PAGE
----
It’s June, 1998. Eddie Murphy is Dr. John Doolittle, friend to animal-kind and father to Raven-Symone. It’s December, 1967. Rex Harrison shows his musical chops as Dr. John Doolittle. American audiences on the verge of a full youth revolt has no idea what awaits them past the Christmas 1967 movie season. It’s January, 2020. I sit in a chain theater fascinated by the fact that star-powered kid films never change.
I am trying to give a name to this brand of kid movie, but I’m stumped. There comes a time when you can see the grossest studio film that it stifles your brain. The voice cast borders on parody. The material has been recycled so much. But, you enjoy the lead actor enough to undertake a film like this. Plus, it’s a solid effort to adapt the source material.
There is something about Universal’s strategic staging of the film that says everything you need to know. Before reshoots, the film was planning its scheduled release around when Disney would drop The Rise of Skywalker. Disney moves their movie, then Doolittle would get moved by Universal. Sure, it was getting reshoots from two different directors, but the intent was the same.
Pick a bigger movie and then sweep up the remnants. Well, the left over cash that isn’t going to a Boy’s Life World War I edition. But, what about the movie? What can we take from a third bite from the apple? Didn’t Rex Harrison cover the magic of older British men talking to animals and saving the day? Hell, wasn’t the first movie a musical?
Taking a step further back, is this what we’re going to have Robert Downey Jr do outside of the Marvel Cinematic Universe? Actors need to stretch, but people don’t forgive things like this easily. Hell, Eddie Murphy is still trying to live down Norbit. While Doolittle is no Norbit, it commits the other killer sin. Robert Downey Jr’s Victorian animal picture is boring.
Somehow, we expect the studios to drop toilet bombs over and over again on Winter audiences. After all, this is the time your parents use to go see Oscar nominees that their friends recommend to them. They might make it out to 1917 and Little Women, then call it a year. I feel bad for the art house kids that think mom and dad will want to see Parasite. If they don’t care about class warfare in real life, they won’t watch it in fiction with subtitles.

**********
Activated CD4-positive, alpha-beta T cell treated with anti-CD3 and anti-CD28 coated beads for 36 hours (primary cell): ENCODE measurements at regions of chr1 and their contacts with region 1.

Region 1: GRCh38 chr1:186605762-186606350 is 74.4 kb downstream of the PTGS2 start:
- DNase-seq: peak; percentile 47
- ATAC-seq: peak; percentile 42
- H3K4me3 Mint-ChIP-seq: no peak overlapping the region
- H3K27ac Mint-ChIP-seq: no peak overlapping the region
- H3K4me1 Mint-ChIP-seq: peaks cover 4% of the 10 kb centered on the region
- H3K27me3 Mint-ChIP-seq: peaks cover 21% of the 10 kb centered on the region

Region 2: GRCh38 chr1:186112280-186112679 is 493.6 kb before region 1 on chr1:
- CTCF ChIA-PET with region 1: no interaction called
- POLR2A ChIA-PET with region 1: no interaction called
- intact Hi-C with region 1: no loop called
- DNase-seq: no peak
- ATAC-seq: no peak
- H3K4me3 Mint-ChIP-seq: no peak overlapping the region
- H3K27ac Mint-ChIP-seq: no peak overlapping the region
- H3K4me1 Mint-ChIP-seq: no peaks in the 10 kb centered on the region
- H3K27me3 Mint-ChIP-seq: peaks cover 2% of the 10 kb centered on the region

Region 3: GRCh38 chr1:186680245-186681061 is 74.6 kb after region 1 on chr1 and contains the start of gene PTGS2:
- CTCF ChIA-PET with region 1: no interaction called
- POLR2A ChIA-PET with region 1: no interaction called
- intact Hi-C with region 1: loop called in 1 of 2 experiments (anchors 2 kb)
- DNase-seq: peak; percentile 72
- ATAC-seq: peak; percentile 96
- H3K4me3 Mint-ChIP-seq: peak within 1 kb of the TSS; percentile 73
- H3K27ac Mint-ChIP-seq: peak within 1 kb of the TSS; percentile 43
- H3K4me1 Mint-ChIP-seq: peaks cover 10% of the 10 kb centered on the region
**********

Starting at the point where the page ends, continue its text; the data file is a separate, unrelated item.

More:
Back to the animal movie that can’t hold my attention. Doolittle made one fatal error. It tried to be high brow with its heart firmly in the realm of kids. I feel that the original cut played as an Old School adventure film, then the test screenings like Spring put a bullet in the head of that version. So, here comes the kind of film that gets parodied in Post-Modern comedy acts.
Robert Downey, Jr. is probably one of the last movie stars. There will eventually be more, but how many actors exist that can carry any story by themselves? Quick! Nobody bring up The Singing Detective, Kiss Kiss Bang Bang or The Soloist. I want to still have a point. The dude has spent 11 years showing that he can be the linchpin in film franchises that exist beyond time and space. Why is playing a British doctor so hard?
Well, the answer is simple. Doolittle was a dated story in 1967. Now, it’s a hollow shell of a ghost of a chance to make the kind of movie that would barely rise an eyebrow on Special Delivery. There feels like a ton of egos clashed to make this film. I just want to know who OK’d the excessive amount of ADR to make this final version exist.
Seriously, if you start drinking the first time Robert Downey Jr starts talking offscreen, you’ll be dead by the hour marker. There are better ways to go out, people. Play the drinking game when this one hits Blu-ray.